Posts Tagged ‘roger martin ’

Wicked Problems, A Defining Challenge

Tuesday, March 1st, 2011

Reverberating events

The uprisings in the Arab world are capturing worldwide attention not only because we’re witnessing history in the making, but because the changes are bound to affect us all. We live in a world that’s interconnected in ways that were hard to fathom only a few years ago. Interconnectedness is creating new challenges with social implications that traditional institutions and leaders aren’t equipped to handle.

The clashes across the Middle East and North Africa are only the latest example of unforeseen events that reverberate across regional boundaries. Before that, the sub-prime mortgage crisis in the U.S. sparked a deep global recession that affected more sectors than anything economists had seen before. As some economies began recovering during the following year, Europe’s mounting debt crisis triggered  a cascade of new problems in distant economies.

Today’s challenges, geopolitical or otherwise, are more difficult to predict, understand and handle than the kinds of problems we’ve seen until recently. As the world grows more interconnected, we become more exposed to what design theorists Horst Rittel and Melvin Webber called “wicked problems” which are substantially harder to define and solve than so-called “tame” problems.


An Intregrative Crisis Response

Monday, October 27th, 2008

rogermartinsbook_osprey-imageI’ve written before about Integrative Thinking (or “Design Thinking“), a creative problem-solving approach described by Roger Martin, Dean at the University of Toronto’s Rotman School of Business and others.

Martin defines integrative thinking as the ability to deal with the tensions of competing solutions to a problem. Instead of choosing one solution at the expense of the other, the practioner generates a solution integrates both solutions.

In his ’07 book, The Opposable Mind, Martin argues that integrative thinking is superior to conventional thinking which consists of “accpeting unattractive and unpleasant tradeoffs”.

This concept is relevant to how government and business leaders ought to approach the financial crisis.  Instead of deciding between implementing tax cuts or a stimulus package – seemingly contradictory models – why not try both?  Instead of businesses merely cutting operating costs, why not implement initatives that preserve high margin business increase customer retention and profit per customer.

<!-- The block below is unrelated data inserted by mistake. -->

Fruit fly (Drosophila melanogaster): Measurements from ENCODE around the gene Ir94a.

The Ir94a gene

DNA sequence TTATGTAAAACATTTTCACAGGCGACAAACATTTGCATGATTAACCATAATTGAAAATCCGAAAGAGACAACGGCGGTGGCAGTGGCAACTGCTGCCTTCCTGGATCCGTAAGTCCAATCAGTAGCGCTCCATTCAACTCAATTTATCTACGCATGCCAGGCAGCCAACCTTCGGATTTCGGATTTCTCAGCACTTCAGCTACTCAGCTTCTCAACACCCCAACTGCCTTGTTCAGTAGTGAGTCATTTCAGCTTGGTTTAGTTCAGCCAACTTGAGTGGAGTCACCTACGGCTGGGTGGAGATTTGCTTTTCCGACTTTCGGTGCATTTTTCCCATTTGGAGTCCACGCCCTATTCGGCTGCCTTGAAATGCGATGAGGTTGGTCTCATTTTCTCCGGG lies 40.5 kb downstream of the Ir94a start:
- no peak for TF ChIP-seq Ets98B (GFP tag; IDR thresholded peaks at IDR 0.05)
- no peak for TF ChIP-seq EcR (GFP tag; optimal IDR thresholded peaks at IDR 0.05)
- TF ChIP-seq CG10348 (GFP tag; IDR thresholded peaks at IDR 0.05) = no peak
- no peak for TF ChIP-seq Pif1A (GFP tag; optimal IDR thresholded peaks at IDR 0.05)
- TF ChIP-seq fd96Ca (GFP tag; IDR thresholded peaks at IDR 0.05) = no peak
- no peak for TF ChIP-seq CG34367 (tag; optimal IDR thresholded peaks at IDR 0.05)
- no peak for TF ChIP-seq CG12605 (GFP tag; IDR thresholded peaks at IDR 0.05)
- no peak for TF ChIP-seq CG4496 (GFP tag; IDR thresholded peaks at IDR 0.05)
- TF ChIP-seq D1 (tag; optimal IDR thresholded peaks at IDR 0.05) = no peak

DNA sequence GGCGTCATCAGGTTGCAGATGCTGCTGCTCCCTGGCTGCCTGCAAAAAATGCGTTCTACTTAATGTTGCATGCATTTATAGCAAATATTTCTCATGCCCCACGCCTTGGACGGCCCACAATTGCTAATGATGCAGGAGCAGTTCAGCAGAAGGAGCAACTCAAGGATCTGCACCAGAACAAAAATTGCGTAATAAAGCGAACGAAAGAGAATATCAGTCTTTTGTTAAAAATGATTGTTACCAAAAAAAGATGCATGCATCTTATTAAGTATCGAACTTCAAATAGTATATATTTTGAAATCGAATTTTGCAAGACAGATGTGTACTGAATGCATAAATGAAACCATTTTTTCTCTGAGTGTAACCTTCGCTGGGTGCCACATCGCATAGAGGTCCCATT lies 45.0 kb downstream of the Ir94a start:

Martin considers these issues in an October 8  interview. He applies integrative thinking to the vexing challenges associated with the economic crisis affecting today’s leaders.

Design-minded Virgin America

Sunday, May 11th, 2008

Before launching their operation, Virgin America set out to create a distinctive customer experience to differentiate their brand.  They succeeded by creating a breakthrough on-board service product about which I commented in an earlier post.

VA’s success stems from their attitude that the customer is at the center of their universe.  They relied on service design – the art and science of devising an environment that enables the customer to enjoy a rich, satisfying experience.  Unfortunately, it’s an approach that has been largely ignored by the industry.

Design-minded managers relentlessly ask: Who is the person we’re serving, and how can we make their service experience better?  That thinking encourages listening intently to what the customer says along with what isn’t said, but is felt.

Design-mindedness is uncommon in a traditional, operations-centric industry where running an efficient operation is prized above all other endeavors.  That mindset inhibits innovativeness, and too often, the customer is left out of the equation.

As a result, commercial air travel, with some notable exceptions, is perceived as a commodity, i.e. competitors’ services are virtually indistinguishable from each other, and customers tend to buy on price or schedule-convenience alone.

Historically, the major airlines have viewed their central challenge as getting passengers from point A to B as safely and efficiently as possible.  Their organizing principles arise from a linear manufacturing model which hasn’t changed much over time.